Pray for life

By 
  • December 2, 2010
babyIt was a welcomed coincidence that the inaugural worldwide Prayer Vigil for All Nascent Human Life occurred as The Register was preparing our annual issue dedicated to Life and Family.

At the request of Pope Benedict XVI vigils were held Nov. 27 around the world. It was an extraordinary undertaking and many bishops commented that they could recall nothing like it in the history of the Church.


The vigils took various forms, but all included exposition of the Eucharist and benediction, and all encouraged reflection on the dignity of life and family. They provided a communal opportunity to contemplate that, although peaceful protest and political lobbying are vital, prayer remains the first weapon in the crusade for life.

In presiding at a packed St. Peter’s Basilica, Benedict commented that it was appropriate for this extraordinary global prayer service to occur at the launch of Advent. Christians everywhere are preparing to celebrate the birth of the infant Jesus and then the feast of the Holy Family. It is a time of joy and hope when thoughts of life and family should be paramount.

The Pope urged world leaders to work harder to foster a culture that respects human life and to provide services that support it. He said the threat to life does not end at birth because children often face abandonment, hunger, poverty, disease, abuse, violence and exploitation. Against this “sad panorama of injustices” he implored all of society to act.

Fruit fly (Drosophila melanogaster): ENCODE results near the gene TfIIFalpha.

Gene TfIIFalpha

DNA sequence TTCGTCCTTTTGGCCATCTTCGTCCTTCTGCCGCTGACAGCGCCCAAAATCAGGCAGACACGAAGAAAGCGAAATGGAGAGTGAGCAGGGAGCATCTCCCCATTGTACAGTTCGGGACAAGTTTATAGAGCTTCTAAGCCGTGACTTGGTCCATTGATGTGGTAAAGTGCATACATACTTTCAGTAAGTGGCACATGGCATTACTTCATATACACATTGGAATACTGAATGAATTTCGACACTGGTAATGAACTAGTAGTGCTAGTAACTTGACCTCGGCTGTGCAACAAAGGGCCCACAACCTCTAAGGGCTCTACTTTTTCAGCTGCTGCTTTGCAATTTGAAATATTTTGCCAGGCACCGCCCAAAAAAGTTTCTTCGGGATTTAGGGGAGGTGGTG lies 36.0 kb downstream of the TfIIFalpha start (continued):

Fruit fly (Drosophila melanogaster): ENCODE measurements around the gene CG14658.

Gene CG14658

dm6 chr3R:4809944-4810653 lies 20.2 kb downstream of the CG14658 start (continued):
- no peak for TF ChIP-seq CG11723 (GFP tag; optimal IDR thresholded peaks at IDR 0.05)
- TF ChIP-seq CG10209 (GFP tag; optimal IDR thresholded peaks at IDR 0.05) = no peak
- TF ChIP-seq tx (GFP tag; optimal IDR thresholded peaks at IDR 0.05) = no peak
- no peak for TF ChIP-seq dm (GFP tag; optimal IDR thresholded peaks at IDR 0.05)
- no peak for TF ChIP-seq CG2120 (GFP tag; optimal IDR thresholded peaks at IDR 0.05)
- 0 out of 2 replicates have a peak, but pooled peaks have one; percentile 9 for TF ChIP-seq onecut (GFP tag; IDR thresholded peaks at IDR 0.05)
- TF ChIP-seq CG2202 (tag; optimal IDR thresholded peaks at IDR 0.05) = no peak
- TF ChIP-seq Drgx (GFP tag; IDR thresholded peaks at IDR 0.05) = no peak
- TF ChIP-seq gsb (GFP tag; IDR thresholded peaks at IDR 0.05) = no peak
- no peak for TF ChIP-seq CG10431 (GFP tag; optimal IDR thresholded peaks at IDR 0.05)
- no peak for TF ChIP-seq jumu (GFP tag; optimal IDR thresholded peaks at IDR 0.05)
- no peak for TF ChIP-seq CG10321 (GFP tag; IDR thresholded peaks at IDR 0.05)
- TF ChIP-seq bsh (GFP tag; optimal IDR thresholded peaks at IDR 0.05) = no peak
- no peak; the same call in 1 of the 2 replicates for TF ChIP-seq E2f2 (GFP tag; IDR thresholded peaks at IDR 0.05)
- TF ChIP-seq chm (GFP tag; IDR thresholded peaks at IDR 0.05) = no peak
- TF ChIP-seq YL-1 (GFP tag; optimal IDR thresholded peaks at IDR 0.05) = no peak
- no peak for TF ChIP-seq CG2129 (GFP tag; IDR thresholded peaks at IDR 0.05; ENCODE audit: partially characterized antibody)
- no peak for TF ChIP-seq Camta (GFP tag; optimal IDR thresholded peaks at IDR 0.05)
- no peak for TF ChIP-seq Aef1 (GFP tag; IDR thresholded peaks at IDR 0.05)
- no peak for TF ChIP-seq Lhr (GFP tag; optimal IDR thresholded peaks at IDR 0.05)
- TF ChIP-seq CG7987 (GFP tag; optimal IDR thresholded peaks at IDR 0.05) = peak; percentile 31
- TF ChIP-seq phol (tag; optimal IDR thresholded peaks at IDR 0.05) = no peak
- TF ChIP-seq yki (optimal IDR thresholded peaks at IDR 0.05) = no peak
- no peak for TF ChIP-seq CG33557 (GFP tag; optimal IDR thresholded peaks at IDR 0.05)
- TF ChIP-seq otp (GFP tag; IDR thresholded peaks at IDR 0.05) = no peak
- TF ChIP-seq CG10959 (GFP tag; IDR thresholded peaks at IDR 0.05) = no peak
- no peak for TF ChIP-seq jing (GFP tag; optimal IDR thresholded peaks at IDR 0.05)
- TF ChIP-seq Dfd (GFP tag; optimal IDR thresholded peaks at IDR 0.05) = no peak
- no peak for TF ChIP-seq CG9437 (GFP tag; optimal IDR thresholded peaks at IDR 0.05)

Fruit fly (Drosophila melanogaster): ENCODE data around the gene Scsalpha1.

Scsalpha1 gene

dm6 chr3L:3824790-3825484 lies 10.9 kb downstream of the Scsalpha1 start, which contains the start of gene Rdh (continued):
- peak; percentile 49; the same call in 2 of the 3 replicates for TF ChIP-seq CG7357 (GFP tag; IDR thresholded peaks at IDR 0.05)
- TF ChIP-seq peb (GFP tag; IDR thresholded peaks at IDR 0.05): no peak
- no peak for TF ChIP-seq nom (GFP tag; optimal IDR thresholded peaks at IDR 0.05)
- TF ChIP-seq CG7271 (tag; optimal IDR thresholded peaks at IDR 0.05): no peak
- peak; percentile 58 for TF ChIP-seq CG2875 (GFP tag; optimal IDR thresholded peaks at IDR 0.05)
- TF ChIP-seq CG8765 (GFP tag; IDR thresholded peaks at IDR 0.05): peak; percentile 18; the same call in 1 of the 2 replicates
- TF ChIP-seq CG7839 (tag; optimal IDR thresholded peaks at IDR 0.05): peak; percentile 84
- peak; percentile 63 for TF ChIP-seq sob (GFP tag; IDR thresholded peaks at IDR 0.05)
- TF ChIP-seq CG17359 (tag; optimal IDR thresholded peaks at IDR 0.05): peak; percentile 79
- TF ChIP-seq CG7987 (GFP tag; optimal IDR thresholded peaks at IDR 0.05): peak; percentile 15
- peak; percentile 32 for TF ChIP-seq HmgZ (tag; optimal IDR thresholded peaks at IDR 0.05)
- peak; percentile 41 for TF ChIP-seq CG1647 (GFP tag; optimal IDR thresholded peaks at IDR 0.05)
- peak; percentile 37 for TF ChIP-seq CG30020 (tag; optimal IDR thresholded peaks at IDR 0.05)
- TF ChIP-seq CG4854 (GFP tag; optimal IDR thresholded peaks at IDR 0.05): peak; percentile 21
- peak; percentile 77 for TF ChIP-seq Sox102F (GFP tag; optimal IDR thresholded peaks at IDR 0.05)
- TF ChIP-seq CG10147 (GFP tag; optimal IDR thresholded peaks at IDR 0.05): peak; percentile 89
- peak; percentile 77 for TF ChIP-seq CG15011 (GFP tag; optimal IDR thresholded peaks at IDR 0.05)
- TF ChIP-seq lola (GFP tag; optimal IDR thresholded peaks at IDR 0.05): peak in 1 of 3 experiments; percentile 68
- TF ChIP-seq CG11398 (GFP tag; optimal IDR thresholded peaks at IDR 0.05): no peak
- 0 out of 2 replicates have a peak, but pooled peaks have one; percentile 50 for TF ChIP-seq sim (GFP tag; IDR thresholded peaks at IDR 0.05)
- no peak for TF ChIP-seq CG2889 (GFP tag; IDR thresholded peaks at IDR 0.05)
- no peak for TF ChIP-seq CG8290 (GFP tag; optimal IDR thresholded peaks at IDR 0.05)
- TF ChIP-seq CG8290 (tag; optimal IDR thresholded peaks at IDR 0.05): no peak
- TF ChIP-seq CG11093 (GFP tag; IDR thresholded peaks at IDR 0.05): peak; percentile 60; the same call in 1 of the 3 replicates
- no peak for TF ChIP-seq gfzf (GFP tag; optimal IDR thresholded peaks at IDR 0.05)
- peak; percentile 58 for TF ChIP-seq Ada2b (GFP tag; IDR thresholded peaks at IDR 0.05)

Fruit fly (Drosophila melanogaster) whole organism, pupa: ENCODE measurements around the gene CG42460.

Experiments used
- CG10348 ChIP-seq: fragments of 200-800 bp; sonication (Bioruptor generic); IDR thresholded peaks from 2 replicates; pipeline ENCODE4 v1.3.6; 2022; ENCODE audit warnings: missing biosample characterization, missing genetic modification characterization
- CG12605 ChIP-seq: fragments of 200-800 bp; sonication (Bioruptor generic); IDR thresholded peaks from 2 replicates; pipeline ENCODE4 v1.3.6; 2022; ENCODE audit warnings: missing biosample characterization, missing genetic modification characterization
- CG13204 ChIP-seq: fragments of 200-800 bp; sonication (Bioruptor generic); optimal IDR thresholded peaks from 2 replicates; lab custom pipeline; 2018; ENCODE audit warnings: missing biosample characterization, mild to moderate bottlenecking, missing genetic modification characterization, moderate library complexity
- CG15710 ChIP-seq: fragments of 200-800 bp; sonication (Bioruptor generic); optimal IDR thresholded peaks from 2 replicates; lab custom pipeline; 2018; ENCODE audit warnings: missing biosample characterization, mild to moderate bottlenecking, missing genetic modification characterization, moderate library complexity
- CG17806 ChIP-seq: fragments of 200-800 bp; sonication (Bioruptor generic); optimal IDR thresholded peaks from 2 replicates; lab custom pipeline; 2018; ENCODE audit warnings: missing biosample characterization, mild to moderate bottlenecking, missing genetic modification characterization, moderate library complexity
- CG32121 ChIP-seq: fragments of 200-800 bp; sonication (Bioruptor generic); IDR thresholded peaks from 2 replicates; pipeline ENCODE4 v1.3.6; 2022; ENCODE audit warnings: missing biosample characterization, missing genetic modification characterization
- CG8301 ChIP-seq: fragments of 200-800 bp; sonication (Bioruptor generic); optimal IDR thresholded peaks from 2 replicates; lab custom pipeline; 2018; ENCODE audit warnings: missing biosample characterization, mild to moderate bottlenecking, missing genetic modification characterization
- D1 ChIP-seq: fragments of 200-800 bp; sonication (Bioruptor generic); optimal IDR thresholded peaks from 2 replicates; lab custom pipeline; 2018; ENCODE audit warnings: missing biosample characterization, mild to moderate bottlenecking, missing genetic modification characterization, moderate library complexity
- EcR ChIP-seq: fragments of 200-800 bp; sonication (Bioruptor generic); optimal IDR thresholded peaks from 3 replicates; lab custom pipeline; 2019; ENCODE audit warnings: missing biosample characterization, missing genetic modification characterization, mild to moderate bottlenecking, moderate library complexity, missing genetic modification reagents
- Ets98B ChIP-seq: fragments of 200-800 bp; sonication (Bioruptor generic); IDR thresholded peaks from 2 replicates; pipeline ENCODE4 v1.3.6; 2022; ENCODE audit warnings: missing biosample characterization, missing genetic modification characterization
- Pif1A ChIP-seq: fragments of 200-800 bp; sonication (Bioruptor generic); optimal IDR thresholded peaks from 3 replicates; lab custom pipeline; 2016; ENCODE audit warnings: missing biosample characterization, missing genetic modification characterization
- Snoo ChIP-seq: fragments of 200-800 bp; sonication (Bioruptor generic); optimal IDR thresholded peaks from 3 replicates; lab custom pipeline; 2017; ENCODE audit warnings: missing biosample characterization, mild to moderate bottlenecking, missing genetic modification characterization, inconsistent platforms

The Life and Family section in this issue (Pages 11-16) gives witness to several people who could teach our leaders about taking action. Their collective courage is embodied in two young women,  Lia Mills, 14, and Ruth Lobo, 23, who have endured taunts and threats and, in Lobo’s case, arrest for trying to rebuild a culture of dignity and respect for human life.

Mills first spoke out in Grade 7 when, despite a teacher’s protest, she advocated for life in a speaking contest. She was subjected to all types of vile comments after the speech ran on YouTube. “I was stepping into a spiritual battle I was not aware of,” she said. But rather than retreat she has remained on the front line and even started to advocate against euthanasia.

Lobo is one of five students arrested on campus at Carleton University in October for engaging in a peaceful pro-life protest. The students were handcuffed and paddywagoned to jail in a heavy-handed overreaction by campus administrators. Her group, Carleton Lifeline, subsequently lost its university funding for dissenting against the pro-abortion view that dominates on campus.

In his address, the Pope warned of “cultural tendencies that seek to anesthetize consciences.” But he, along with crusaders like Mills and Lobo, remind us of the antidote to cultural anesthesia. It’s called faith and prayer.

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